Hoard's Dairyman article: Bringing past success to the new calf barn
Bringing past success to the new calf barn
by David A. Rhoda, D.V.M.
The author is a senior partner in the Evansville Veterinary Service, Evansville, Wis.
Sam is building a new calf barn. Calves had moved continuously through the old facility, allowing the buildup of common calfhood pathogens. He had made the old barn work, and it made him nervous to fix something that wasn’t broken.
We know the seasonal issues that exist. We know the pathogens that are endemic. We know the pattern of problems that occur and are satisfied with both the incidence rate and outcomes of the treatments done. In short, Sam’s system is stable, and changing facilities meant we need to match what currently is working. The objective is to make it even better.
We are very comfortable with our understanding of the current situation. Our challenge is to make sure we develop the same understanding of the balance between facility, calf, management practices, and health issues in the new facility.
The change is to an all-in, all-out system. As calves are born, they gradually fill separate housing units for calves born during a given week. They then are weaned as a group so that, instead of sanitizing zones of the housing to prepare for new calves, the entire facility is sanitized so that each set of new calves starts with a clean facility.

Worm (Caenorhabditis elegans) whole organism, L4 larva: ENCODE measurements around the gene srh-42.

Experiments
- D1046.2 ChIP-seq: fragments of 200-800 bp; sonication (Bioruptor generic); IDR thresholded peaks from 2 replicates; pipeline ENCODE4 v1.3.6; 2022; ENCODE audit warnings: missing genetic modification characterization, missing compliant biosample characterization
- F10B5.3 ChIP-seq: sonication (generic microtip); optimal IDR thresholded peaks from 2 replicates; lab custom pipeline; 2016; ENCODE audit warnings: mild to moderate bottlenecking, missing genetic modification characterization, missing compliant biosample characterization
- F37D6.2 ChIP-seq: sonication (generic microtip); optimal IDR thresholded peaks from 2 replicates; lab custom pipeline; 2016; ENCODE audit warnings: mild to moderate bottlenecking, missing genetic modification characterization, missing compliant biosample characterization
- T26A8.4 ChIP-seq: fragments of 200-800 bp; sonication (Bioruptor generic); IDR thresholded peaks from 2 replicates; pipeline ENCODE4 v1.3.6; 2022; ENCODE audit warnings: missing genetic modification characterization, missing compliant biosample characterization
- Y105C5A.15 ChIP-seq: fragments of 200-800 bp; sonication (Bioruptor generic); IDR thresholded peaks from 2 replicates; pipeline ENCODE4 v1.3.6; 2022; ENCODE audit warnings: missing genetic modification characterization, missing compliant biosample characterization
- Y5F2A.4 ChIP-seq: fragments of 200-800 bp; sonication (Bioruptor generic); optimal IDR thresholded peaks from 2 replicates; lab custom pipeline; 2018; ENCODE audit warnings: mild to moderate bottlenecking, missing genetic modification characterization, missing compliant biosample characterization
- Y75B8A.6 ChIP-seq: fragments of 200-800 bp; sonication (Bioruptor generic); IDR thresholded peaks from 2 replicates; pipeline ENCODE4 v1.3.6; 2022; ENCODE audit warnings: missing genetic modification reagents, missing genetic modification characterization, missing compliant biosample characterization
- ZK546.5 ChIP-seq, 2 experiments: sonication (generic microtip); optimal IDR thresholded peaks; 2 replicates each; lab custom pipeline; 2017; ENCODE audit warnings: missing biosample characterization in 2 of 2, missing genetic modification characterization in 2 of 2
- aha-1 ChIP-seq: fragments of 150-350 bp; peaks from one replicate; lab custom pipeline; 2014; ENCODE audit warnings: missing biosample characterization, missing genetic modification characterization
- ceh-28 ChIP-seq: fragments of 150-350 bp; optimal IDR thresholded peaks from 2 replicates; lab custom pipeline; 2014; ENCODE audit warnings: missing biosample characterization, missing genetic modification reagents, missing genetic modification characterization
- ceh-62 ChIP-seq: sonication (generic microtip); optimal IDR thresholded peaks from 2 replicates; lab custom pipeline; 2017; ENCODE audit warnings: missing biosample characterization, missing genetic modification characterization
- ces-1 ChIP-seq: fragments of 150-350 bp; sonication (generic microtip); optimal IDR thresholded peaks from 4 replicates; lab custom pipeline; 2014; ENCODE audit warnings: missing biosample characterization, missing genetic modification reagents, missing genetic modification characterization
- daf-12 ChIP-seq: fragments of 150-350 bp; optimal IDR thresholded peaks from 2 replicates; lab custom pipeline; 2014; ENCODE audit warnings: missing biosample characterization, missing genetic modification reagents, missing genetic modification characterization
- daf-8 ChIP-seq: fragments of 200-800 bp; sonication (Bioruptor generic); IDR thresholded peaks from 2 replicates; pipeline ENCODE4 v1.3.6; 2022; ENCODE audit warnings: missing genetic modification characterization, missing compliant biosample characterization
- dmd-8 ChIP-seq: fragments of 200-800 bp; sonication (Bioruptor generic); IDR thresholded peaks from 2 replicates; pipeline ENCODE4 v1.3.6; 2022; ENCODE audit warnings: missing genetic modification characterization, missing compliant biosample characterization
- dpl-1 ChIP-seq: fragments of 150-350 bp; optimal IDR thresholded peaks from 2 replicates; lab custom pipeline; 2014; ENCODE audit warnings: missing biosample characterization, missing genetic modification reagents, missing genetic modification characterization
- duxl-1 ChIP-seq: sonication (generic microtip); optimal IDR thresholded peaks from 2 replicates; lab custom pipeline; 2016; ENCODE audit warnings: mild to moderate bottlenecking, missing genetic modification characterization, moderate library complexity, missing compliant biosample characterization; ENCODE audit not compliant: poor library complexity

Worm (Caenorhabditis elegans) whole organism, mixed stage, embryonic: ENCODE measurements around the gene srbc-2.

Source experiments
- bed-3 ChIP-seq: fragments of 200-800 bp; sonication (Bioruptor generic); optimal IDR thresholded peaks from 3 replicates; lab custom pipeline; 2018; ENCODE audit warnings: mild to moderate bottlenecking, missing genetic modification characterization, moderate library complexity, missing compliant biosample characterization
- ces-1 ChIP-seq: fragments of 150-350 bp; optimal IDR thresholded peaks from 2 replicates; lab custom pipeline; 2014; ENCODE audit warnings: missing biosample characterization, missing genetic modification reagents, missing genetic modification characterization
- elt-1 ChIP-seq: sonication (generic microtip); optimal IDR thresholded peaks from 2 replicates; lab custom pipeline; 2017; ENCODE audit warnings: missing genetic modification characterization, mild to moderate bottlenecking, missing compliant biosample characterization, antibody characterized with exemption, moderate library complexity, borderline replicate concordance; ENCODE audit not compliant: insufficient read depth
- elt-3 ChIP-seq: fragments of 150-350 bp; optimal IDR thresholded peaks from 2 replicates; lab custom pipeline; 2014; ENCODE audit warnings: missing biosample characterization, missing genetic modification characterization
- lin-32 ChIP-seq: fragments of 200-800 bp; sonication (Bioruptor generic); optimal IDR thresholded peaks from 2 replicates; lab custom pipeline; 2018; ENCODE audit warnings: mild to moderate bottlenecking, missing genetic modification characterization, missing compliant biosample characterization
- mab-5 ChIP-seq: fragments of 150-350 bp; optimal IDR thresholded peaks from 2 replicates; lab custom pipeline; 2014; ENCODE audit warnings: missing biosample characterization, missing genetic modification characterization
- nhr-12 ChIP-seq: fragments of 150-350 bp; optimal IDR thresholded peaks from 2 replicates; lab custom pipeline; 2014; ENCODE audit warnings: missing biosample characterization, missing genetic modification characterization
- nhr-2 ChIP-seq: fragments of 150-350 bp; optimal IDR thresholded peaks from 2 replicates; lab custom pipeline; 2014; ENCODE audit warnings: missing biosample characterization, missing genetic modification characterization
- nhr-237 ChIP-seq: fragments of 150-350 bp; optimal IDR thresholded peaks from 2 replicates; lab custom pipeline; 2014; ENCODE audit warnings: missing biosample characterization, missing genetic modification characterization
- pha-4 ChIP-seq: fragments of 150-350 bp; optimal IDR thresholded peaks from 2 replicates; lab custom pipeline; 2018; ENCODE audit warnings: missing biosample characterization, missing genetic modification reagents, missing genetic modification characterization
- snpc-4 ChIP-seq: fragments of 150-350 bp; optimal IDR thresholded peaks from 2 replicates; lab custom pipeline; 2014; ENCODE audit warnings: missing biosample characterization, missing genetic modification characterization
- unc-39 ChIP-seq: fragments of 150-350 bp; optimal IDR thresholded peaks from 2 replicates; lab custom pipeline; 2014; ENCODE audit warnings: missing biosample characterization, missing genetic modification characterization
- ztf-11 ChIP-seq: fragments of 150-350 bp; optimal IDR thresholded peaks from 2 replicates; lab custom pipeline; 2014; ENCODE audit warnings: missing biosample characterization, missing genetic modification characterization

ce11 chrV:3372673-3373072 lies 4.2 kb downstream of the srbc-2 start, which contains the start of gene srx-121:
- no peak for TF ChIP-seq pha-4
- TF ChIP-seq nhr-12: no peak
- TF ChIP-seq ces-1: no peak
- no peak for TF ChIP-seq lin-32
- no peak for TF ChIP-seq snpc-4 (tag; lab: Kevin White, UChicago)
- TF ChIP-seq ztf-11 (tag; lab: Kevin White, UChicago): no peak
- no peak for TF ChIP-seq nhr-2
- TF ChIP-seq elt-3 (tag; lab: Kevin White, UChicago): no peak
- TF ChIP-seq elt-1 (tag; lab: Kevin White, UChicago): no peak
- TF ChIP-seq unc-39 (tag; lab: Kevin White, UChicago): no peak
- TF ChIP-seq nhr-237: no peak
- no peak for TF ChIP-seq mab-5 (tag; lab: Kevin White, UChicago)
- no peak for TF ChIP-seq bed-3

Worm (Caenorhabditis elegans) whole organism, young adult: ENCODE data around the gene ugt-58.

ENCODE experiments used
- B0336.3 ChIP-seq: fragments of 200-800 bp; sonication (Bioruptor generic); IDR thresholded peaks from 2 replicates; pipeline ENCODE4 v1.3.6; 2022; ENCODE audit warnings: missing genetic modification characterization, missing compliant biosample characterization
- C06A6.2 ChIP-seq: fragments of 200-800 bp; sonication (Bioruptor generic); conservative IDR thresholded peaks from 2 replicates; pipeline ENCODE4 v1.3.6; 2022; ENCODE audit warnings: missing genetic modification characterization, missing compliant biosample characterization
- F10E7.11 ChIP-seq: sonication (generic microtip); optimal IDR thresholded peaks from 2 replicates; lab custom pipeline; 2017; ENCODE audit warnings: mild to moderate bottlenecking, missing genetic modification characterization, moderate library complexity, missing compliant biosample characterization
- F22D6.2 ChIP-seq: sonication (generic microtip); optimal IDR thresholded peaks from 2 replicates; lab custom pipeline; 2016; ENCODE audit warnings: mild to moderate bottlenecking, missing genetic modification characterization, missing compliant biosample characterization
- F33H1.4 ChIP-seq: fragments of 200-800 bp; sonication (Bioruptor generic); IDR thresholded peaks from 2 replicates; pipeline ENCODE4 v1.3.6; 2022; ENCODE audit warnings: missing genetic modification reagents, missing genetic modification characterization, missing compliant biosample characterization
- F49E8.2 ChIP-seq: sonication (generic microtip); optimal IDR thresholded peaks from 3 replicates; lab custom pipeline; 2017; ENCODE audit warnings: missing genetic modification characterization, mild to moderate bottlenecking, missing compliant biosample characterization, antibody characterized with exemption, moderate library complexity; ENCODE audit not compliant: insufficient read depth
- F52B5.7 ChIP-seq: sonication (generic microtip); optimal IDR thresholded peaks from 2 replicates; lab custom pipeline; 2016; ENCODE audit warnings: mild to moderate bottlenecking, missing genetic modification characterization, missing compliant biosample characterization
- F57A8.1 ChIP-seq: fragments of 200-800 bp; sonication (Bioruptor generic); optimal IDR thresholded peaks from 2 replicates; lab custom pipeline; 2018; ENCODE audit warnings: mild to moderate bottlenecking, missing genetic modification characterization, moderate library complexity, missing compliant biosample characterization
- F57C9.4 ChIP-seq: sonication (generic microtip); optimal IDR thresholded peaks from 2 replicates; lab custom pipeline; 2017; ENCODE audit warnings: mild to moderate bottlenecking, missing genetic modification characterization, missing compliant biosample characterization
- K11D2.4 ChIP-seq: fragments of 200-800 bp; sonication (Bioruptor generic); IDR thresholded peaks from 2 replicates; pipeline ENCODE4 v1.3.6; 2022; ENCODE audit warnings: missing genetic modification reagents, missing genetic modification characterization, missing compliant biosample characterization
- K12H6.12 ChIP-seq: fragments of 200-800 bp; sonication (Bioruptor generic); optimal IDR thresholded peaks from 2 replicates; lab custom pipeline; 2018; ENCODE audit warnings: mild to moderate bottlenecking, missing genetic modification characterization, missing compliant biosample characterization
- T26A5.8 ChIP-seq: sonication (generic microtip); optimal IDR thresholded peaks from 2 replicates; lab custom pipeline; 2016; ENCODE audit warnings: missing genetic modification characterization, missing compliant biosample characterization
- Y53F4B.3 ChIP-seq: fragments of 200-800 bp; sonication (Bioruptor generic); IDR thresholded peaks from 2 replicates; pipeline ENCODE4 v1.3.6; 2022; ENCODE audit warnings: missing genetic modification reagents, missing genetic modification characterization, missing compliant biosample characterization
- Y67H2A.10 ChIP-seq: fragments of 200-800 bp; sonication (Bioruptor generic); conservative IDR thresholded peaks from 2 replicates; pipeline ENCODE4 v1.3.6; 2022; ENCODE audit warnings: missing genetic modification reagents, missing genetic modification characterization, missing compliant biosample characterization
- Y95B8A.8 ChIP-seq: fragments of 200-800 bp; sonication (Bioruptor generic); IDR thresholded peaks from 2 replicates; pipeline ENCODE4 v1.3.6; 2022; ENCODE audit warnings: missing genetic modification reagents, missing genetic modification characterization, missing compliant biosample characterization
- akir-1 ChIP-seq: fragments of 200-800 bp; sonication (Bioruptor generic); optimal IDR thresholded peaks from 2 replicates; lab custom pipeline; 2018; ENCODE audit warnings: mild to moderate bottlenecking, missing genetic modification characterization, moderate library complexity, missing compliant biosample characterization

A powerful tool . . .
This is a powerful biosecurity advantage to reduce exposure from pathogen building up in the environment. And you avoid housing younger and older calves together.
Colostrum management always is the first step on any dairy. Our current program is to receive a gallon of colostrum at birth. We periodically measure serum proteins by randomly sampling a few of our newborns to determine the proportion that have greater than 5.5 g/dl serum proteins. This monitor serves as a general herd measure, but there is an opportunity to make an improvement to our process here.
Identify high risks . . .
We could do serum tests on all calves and identify the high-risk calves that are more likely to have a health issue in the future. We use a similar principle with our fresh cows by identifying three predisposing factors that can cause more fresh cow problems: body condition scores less than 2.5 or greater than 4, calving ease greater than 3, and factors at calving like twins or a stillborn calf. Why shouldn’t this principle work with calves, also? Since we already record the calving ease, an improvement in our current system would be to see that the information follows the calf so we remember individuals at risk.
Calves with less than 5.5 g/dl serum protein levels represents a second piece of medical history which is likely to lead to future health issues. By seeing that the information follows the calf, at the minimum, we can watch high-risk calves more intently and have earlier detection.
Managing the calorie intake of our calves through our seasons is good currently. Since we are in Wisconsin, feeding adequately for cold weather has greater meaning for us. Having a new facility means we will have a modestly different temperature pattern to get used to.